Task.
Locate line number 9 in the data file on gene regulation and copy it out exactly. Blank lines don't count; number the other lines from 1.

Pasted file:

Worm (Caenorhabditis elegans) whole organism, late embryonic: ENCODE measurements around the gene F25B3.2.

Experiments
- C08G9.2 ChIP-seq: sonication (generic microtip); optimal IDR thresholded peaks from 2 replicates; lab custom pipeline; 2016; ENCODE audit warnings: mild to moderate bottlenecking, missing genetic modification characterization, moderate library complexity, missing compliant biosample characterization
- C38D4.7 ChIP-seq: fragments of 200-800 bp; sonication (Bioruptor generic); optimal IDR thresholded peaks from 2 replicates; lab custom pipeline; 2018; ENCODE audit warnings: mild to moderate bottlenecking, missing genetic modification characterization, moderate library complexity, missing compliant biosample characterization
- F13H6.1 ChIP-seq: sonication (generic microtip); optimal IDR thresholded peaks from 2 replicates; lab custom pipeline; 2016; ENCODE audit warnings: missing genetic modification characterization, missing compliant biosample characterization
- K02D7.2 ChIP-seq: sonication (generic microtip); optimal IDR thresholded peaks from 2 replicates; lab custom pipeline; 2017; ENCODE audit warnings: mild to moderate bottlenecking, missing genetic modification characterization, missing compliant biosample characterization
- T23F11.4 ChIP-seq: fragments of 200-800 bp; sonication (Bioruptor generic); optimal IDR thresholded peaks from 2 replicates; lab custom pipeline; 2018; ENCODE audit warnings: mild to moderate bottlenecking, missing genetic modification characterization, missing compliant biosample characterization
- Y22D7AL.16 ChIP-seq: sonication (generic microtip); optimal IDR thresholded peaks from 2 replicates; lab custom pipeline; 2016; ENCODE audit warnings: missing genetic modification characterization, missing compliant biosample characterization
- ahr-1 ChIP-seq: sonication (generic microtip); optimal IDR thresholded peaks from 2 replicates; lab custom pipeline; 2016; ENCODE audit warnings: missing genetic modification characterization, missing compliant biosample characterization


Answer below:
- ahr-1 ChIP-seq: sonication (generic microtip); optimal IDR thresholded peaks from 2 replicates; lab custom pipeline; 2016; ENCODE audit warnings: missing genetic modification characterization, missing compliant biosample characterization